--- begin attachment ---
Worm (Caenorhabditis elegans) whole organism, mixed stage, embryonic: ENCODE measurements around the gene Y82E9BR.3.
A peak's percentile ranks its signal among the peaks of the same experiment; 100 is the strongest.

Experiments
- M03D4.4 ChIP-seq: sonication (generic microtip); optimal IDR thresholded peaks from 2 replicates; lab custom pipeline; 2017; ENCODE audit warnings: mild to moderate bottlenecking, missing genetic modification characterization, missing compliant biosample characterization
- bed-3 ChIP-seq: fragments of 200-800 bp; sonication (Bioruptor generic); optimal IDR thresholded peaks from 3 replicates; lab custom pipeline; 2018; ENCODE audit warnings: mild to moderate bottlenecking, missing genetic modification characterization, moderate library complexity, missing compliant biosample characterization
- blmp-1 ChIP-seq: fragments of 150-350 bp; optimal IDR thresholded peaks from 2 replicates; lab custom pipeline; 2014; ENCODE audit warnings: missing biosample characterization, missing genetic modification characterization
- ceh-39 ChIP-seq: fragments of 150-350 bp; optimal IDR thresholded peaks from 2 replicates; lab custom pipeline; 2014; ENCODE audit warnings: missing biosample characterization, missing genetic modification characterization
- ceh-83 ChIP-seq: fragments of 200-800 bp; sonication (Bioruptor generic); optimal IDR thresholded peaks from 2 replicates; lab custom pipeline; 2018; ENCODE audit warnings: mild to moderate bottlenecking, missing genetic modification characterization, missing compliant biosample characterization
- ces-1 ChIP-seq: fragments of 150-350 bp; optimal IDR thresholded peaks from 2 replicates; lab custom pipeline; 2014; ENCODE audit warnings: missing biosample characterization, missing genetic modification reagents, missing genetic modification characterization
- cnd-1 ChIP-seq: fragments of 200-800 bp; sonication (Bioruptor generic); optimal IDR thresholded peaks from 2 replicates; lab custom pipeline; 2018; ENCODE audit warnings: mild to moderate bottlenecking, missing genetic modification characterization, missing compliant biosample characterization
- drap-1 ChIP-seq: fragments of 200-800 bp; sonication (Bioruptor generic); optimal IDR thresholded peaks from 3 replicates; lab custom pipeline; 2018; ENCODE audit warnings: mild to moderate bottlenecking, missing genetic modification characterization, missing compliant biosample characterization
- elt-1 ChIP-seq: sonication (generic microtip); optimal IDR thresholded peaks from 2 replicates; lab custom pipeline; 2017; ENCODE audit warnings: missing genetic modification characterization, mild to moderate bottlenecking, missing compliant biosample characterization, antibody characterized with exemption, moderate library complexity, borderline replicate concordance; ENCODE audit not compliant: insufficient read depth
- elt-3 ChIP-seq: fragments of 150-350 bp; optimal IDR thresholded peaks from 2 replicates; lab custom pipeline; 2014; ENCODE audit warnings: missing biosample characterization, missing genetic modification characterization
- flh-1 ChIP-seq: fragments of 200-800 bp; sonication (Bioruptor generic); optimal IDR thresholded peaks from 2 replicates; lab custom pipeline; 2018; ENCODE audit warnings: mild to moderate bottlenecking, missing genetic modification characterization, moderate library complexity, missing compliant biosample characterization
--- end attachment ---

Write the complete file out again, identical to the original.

Worm (Caenorhabditis elegans) whole organism, mixed stage, embryonic: ENCODE measurements around the gene Y82E9BR.3.
A peak's percentile ranks its signal among the peaks of the same experiment; 100 is the strongest.

Experiments
- M03D4.4 ChIP-seq: sonication (generic microtip); optimal IDR thresholded peaks from 2 replicates; lab custom pipeline; 2017; ENCODE audit warnings: mild to moderate bottlenecking, missing genetic modification characterization, missing compliant biosample characterization
- bed-3 ChIP-seq: fragments of 200-800 bp; sonication (Bioruptor generic); optimal IDR thresholded peaks from 3 replicates; lab custom pipeline; 2018; ENCODE audit warnings: mild to moderate bottlenecking, missing genetic modification characterization, moderate library complexity, missing compliant biosample characterization
- blmp-1 ChIP-seq: fragments of 150-350 bp; optimal IDR thresholded peaks from 2 replicates; lab custom pipeline; 2014; ENCODE audit warnings: missing biosample characterization, missing genetic modification characterization
- ceh-39 ChIP-seq: fragments of 150-350 bp; optimal IDR thresholded peaks from 2 replicates; lab custom pipeline; 2014; ENCODE audit warnings: missing biosample characterization, missing genetic modification characterization
- ceh-83 ChIP-seq: fragments of 200-800 bp; sonication (Bioruptor generic); optimal IDR thresholded peaks from 2 replicates; lab custom pipeline; 2018; ENCODE audit warnings: mild to moderate bottlenecking, missing genetic modification characterization, missing compliant biosample characterization
- ces-1 ChIP-seq: fragments of 150-350 bp; optimal IDR thresholded peaks from 2 replicates; lab custom pipeline; 2014; ENCODE audit warnings: missing biosample characterization, missing genetic modification reagents, missing genetic modification characterization
- cnd-1 ChIP-seq: fragments of 200-800 bp; sonication (Bioruptor generic); optimal IDR thresholded peaks from 2 replicates; lab custom pipeline; 2018; ENCODE audit warnings: mild to moderate bottlenecking, missing genetic modification characterization, missing compliant biosample characterization
- drap-1 ChIP-seq: fragments of 200-800 bp; sonication (Bioruptor generic); optimal IDR thresholded peaks from 3 replicates; lab custom pipeline; 2018; ENCODE audit warnings: mild to moderate bottlenecking, missing genetic modification characterization, missing compliant biosample characterization
- elt-1 ChIP-seq: sonication (generic microtip); optimal IDR thresholded peaks from 2 replicates; lab custom pipeline; 2017; ENCODE audit warnings: missing genetic modification characterization, mild to moderate bottlenecking, missing compliant biosample characterization, antibody characterized with exemption, moderate library complexity, borderline replicate concordance; ENCODE audit not compliant: insufficient read depth
- elt-3 ChIP-seq: fragments of 150-350 bp; optimal IDR thresholded peaks from 2 replicates; lab custom pipeline; 2014; ENCODE audit warnings: missing biosample characterization, missing genetic modification characterization
- flh-1 ChIP-seq: fragments of 200-800 bp; sonication (Bioruptor generic); optimal IDR thresholded peaks from 2 replicates; lab custom pipeline; 2018; ENCODE audit warnings: mild to moderate bottlenecking, missing genetic modification characterization, moderate library complexity, missing compliant biosample characterization